Sunday, October 21, 2012

it's time to get off the beach

on D-Day, June 6, 1944, the men of the 16th Infantry Regiment, 1st Infantry Division, of the U.S. Army assaulted Omaha Beach with the initial waves of Allied forces.

their landing did not go well. they encountered entrenched, well-fortified, and motivated German defenders who proceeded to counter-attack with the full arsenal at their disposal. the 16th Infantry Regiment was decimated, trapped along a narrow beachhead fully exposed to enemy fire. shocked, confused, lost, exhausted, the men who survived the landing found themselves by 0800 hours huddled along the Normandy seawall taking sniper rounds, machine gun bursts, and artillery blasts in a state of utter carnage and chaos. their situation, along with the Allied invasion, had become tenuous.

at that moment began one of the most legendary exploits of D-Day. 

George A. Taylor, at that time a Colonel of the regiment, arrived on the beach. surveying the horror before him and realizing the precariousness of the situation, he made what became one of the most famous quotes from the Normandy invasion: 

"there are 2 kinds of people who are staying on this beach: those who are dead and those who are going to die. now let's get the hell out of here."

ignoring enemy fire, he proceeded to walk along the seawall, motivating the men and organizing them into units. he then coordinated their attacks towards a specific target on the defenses. their attack worked; they managed to open what was the only exit off the beach in the early hours of D-Day, and allowed the Allied forces to move off Omaha Beach and take out the German positions.

it's worth remembering this story, not just for its commemoration of the experiences and sacrifices made by those involved, but also for the lessons it leaves for us.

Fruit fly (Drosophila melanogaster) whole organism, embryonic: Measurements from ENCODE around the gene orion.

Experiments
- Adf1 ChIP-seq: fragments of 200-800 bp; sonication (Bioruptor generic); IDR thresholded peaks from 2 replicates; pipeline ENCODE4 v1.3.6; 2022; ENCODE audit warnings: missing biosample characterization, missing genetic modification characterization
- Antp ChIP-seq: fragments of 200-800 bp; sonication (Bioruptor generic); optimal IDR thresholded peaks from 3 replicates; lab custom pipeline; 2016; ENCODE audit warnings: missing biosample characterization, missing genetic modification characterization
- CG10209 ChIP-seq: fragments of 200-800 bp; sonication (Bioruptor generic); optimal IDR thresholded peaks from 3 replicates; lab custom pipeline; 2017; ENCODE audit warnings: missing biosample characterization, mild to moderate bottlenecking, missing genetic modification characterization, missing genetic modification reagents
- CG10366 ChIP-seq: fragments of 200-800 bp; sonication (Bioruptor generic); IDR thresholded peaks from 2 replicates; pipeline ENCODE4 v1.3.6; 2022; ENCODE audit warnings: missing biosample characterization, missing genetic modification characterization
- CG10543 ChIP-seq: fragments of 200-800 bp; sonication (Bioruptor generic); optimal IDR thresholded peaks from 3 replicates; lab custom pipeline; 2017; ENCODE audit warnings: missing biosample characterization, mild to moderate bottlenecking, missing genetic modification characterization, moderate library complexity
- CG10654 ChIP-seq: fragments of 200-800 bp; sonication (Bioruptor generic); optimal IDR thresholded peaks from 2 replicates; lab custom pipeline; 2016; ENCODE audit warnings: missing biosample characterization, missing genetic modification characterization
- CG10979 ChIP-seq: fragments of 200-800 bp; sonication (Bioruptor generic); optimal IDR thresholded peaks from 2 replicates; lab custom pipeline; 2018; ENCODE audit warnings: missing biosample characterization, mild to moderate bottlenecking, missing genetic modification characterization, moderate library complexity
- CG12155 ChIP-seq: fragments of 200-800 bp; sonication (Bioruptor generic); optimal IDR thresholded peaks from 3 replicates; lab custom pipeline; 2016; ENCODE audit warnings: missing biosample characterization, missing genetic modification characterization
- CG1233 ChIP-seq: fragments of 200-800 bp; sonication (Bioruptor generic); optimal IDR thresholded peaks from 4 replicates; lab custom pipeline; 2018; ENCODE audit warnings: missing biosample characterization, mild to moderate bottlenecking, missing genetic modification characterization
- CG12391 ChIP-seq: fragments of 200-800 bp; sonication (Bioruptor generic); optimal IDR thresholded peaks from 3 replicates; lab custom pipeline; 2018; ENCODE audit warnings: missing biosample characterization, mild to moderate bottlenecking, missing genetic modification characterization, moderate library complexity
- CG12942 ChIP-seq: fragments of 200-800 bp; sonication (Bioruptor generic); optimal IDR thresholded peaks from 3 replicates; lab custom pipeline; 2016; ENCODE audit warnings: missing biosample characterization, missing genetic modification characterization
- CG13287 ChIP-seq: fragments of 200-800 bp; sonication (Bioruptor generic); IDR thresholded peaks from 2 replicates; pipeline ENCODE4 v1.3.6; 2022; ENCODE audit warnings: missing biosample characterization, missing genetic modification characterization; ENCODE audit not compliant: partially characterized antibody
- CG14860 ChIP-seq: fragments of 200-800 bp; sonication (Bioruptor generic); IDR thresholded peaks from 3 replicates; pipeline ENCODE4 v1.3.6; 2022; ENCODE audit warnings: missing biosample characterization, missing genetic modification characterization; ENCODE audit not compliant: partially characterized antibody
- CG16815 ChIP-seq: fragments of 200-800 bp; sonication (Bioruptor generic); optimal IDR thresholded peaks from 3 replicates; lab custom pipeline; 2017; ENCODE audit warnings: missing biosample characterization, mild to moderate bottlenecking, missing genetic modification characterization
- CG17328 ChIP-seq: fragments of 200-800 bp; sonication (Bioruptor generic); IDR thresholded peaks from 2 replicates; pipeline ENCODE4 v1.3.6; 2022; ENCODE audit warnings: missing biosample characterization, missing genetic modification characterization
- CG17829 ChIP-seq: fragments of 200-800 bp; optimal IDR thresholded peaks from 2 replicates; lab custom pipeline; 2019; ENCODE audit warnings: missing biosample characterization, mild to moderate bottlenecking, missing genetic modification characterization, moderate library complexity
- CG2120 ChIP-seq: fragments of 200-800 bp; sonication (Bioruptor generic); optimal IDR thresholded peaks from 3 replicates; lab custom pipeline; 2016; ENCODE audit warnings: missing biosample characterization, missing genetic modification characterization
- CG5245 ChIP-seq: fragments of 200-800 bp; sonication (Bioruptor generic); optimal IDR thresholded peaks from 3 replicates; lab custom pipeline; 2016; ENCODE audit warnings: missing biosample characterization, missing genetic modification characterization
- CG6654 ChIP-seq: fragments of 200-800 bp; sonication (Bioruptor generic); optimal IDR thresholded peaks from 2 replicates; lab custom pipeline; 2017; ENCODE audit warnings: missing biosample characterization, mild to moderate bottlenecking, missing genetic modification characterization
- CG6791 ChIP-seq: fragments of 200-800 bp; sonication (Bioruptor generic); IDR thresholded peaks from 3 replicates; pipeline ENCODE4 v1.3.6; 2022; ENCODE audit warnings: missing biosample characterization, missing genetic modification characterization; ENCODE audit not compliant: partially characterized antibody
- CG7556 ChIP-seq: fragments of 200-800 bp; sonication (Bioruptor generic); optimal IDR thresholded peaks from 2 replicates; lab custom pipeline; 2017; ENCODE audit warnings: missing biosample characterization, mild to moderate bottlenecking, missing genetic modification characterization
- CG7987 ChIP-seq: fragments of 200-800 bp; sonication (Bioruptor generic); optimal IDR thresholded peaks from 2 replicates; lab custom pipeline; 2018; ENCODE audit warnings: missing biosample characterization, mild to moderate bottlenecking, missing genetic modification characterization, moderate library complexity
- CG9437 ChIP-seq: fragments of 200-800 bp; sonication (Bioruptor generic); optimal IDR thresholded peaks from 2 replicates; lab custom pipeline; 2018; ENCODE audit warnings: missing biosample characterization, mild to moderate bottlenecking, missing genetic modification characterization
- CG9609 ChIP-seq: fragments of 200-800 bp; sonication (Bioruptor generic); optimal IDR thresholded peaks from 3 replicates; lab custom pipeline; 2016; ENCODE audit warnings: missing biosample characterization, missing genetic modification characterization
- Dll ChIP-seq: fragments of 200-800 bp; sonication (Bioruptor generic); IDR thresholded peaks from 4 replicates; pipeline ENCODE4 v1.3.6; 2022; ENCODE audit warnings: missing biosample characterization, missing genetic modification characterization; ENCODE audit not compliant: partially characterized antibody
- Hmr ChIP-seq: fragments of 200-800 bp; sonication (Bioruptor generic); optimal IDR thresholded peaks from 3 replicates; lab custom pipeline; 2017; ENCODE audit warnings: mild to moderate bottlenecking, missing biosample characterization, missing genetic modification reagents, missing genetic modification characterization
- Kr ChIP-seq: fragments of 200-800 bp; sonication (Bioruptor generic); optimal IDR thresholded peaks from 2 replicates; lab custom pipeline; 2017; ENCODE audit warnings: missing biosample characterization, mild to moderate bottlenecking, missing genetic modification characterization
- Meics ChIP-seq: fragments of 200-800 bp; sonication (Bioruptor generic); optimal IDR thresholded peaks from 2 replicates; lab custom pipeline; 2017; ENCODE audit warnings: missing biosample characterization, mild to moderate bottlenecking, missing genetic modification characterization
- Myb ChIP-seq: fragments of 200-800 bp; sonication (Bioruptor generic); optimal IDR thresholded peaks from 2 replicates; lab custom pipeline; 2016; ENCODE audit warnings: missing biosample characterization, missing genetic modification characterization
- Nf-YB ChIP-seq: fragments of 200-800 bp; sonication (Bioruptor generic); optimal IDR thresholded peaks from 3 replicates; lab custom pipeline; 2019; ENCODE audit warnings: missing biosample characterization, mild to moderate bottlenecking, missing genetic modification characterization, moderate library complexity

taken as an allegory, we've all had experiences where the situation was grim. where things were not going well, where the odds were poor, when misfortune seemed the rule and one bad thing was followed by many many more. and as much as in hindsight those times may have turned out trite, there were also those times when it was not--when the danger was very great and very close and very real and very much meant the extinguishing of even so much as lives: including ours and those around us.

and knowing how the universe works, those times may be before us still...those times may be now.

and in such a situation, we may find ourselves fully exposed. shocked. confused. lost. exhausted. caught in the carnage and chaos of what life is doing to us.

and at that moment, we may wish for a Colonel Taylor to come striding before us and guiding us towards what we should do.

except that's where the allegory fails.

because in our lives--our real lives--there very often is no Colonel Taylor we can expect to come save us. no hero we can count on to defend us. no one else we can rely on to help us. there is instead so often, very often, too often, just us. and so often, very often, too often, others who depend on us.

but it's then that we need to remember Colonel Taylor's quote.  we need to remember what he said.

more than that, we need to remember what he meant.

because what he realized was what we know, each one deep down inside of us, in the core of our being that holds everything we are, but which we do not yet comprehend is our one true answer: 

there is nobody coming to save us. there is nobody except ourselves. and if all we do is nothing, if all we do is stay where we are, paralyzed, in fear, in despair, in turmoil, in pain, in suffering, then the only fate that is left to us is to be devoured by the afflictions that torment us. if we are to have a chance, any chance, of survival, then we have to look to ourselves to face our suffering and do whatever we can with whatever we have in whatever way we are able to act and move and do and advance and proceed forward.

even if it means crawling along the sand one inch at a time.

because crawling means a chance of survival. crawling means a chance of life. crawling means a chance of hope.

and because there are only 2 kinds of people who are staying on the beach: those that are dead, and those that are going to die.

it's time to get off the beach.

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